CONAN: How much confidence do you have that the sanctions and the negotiations are going to be fruitful?

FLOURNOY: I think that this is going to create the best opportunity we've had in many, many years to test the seriousness of the Iranians and whether they're willing, you know, really, they're - they have a choice between either saving their economy and being part of - a viable part of the region or pursuing a nuclear weapons program that will make them a pariah, even more of a pariah than they are today. That's a pretty fundamental strategic choice. And I think we'll know in the coming weeks and months what choice they make.

CONAN: Why won't deterrence and containment work with Iran?

FLOURNOY: Well, I think the problem is that if Iran were to actually acquire a nuclear weapon, many other countries in the region might feel very threatened, not only Israel, but countries like Saudi Arabia, countries like Turkey might feel the need to pursue their own nuclear weapons capability. And then you'd be in a world of a cascade, a new round of nuclear proliferation in a very volatile and unstable region that's going through lots of turmoil and changes. And I think that's the sort of situation where classic Cold War deterrence doesn't help you very much. It's - it would be a very disturbing reality and one that I think the United States and many other countries do not want to allow to happen.

CONAN: So you've said - you echoed the president's remarks that negotiations will not continue forever. Are we talking - and I don't know if you can say this in your capacity as a former official - but now in your wonk capacity, are we talking weeks, months, years?

FLOURNOY: I don't know what the timeline is, but I think that - again, I think that once the new round of sanctions hit and they're really felt in Tehran, we will know very quickly whether they're serious. Whether they come to the negotiating table with a different attitude, I think we'll be able to assess that.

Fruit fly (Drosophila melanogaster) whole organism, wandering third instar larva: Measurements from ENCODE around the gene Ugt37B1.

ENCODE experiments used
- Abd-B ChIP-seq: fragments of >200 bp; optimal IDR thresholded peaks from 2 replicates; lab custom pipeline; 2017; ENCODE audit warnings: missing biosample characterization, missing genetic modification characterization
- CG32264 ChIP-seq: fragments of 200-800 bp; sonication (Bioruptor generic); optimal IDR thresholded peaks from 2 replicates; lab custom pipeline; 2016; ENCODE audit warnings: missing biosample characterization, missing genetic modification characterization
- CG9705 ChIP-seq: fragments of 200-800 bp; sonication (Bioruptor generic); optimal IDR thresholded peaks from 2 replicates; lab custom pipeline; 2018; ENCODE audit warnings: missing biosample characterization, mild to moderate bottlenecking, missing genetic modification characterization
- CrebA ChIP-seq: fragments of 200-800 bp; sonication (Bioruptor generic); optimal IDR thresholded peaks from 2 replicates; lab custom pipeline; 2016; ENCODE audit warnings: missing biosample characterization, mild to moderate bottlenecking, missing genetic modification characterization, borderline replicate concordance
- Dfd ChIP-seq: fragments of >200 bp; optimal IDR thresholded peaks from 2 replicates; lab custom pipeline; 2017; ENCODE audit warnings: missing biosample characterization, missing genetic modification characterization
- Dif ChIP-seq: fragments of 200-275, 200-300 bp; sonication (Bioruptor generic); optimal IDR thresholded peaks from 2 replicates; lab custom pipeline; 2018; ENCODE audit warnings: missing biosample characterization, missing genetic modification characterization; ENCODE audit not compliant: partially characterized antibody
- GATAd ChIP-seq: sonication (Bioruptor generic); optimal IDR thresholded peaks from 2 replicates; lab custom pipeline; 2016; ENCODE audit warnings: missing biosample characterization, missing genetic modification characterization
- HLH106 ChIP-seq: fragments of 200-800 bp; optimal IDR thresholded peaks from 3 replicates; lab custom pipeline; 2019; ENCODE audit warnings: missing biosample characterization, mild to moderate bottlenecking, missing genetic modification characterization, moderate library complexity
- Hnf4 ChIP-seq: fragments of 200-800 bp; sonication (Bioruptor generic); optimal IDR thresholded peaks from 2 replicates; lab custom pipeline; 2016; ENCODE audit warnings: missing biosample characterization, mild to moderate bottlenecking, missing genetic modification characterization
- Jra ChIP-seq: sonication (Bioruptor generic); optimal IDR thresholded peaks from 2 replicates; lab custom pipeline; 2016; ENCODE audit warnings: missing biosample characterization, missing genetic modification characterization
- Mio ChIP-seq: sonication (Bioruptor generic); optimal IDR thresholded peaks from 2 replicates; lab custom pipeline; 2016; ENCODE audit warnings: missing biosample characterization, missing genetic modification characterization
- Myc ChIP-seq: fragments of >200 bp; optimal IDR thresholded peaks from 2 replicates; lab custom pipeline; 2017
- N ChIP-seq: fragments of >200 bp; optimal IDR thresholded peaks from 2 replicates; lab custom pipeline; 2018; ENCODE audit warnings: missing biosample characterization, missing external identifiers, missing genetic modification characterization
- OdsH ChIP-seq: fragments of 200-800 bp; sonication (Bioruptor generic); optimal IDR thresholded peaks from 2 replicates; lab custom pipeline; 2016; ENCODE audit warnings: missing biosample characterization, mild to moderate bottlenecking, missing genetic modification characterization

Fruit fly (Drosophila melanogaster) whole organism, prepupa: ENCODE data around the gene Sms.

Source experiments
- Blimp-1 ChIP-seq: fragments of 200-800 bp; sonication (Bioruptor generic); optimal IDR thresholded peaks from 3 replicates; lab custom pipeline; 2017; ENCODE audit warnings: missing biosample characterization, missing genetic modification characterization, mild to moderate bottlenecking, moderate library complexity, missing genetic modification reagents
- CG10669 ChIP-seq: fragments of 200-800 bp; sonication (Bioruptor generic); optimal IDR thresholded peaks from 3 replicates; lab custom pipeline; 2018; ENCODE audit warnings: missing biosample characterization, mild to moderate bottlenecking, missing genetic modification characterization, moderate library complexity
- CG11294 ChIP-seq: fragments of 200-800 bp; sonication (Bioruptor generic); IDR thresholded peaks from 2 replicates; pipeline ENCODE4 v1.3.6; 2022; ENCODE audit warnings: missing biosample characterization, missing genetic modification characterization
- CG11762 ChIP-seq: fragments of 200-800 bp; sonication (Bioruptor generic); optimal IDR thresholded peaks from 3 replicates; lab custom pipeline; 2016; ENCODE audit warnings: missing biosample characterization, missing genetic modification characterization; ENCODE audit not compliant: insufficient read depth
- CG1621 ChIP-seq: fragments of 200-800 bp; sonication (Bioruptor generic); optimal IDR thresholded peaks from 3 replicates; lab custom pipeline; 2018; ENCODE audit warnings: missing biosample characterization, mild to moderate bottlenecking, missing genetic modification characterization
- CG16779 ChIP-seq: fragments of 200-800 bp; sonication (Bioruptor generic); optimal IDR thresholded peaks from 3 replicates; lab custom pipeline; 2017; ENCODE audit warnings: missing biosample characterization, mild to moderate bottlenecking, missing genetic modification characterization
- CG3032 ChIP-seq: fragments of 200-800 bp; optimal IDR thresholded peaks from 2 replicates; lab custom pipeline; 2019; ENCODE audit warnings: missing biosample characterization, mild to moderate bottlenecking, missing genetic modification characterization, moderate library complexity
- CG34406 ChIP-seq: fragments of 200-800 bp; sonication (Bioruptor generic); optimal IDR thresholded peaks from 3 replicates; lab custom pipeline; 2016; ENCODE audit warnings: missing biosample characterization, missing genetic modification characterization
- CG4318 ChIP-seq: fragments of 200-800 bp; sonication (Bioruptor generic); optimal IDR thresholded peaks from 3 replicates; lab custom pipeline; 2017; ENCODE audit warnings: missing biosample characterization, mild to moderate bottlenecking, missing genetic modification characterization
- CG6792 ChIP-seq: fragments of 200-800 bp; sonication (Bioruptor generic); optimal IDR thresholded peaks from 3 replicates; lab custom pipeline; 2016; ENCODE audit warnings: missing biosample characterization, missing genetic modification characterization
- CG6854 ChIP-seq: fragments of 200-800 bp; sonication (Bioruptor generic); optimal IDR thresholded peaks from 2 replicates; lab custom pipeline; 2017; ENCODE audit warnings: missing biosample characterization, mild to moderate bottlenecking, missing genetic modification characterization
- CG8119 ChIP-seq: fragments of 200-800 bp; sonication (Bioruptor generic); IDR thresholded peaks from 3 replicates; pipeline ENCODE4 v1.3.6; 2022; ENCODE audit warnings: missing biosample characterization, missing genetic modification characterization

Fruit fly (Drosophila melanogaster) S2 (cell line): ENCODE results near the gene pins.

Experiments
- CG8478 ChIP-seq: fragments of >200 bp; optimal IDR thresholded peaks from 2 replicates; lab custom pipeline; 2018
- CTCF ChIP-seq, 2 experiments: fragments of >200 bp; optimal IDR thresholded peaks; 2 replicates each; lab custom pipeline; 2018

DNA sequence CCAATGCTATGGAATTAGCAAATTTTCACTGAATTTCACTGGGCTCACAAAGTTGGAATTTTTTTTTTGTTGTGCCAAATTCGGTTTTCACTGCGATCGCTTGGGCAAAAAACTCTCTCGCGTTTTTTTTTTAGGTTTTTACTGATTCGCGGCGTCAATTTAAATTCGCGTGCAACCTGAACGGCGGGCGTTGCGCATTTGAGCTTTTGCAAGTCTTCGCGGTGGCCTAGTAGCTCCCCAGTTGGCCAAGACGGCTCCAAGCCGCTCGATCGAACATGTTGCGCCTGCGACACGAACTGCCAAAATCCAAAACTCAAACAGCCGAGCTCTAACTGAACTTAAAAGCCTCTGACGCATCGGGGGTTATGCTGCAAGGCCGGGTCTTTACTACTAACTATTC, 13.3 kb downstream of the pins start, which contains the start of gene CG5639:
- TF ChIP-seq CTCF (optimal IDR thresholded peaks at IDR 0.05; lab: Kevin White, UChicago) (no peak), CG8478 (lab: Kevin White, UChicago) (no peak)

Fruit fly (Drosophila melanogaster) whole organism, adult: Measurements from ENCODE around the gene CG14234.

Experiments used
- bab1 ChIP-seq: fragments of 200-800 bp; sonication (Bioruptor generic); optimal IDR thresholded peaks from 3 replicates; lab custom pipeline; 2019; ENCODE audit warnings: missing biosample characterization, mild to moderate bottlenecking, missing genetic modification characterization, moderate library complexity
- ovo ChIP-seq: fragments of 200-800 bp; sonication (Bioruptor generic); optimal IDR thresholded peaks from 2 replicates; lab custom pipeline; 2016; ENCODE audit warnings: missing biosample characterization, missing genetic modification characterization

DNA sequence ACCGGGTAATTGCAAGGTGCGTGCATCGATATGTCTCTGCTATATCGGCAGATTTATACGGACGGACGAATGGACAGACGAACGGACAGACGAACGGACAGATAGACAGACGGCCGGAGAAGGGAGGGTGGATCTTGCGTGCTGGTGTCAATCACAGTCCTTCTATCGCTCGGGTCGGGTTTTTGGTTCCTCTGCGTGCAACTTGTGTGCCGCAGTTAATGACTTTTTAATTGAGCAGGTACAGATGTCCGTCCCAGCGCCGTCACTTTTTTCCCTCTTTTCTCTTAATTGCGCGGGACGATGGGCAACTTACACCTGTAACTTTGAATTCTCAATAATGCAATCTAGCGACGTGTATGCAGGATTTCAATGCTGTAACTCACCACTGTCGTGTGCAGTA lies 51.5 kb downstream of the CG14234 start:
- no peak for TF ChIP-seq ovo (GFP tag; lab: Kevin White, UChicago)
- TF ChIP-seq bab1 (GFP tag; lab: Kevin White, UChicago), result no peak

CONAN: And that they should be able to feel that, certainly, by the end of the summer.

FLOURNOY: Well, I think in the coming months, you know, it will take some time for the sanctions to be fully felt in all of their, you know, seriousness.

CONAN: And is there anywhere else, is there another ratcheting up of sanctions that's possible?

FLOURNOY: I think, you know, it's always possible to do more, but I think this next step will be the biggest change, the biggest increase in terms of what they'll really feel. The Central Bank piece is enormous, basically forces every financial institution in the world to choose between dealing with the American financial institutions and dealing with the Iran Central Bank. Not many people will choose to deal with Iran's Central Bank and that will really hamper their ability to have any kind of exchange in the international system.

CONAN: Michele Flournoy, thank you very much for your time today. We appreciate it.

FLOURNOY: Thank you.

CONAN: Michele Flournoy joined us here in Studio 3A. She served as undersecretary of defense for policy from February 2009 to February 2012. She's currently co-founder and member of the board at the Center for a New American Security. And you're listening to TALK OF THE NATION from NPR News. Transcript provided by NPR, Copyright NPR.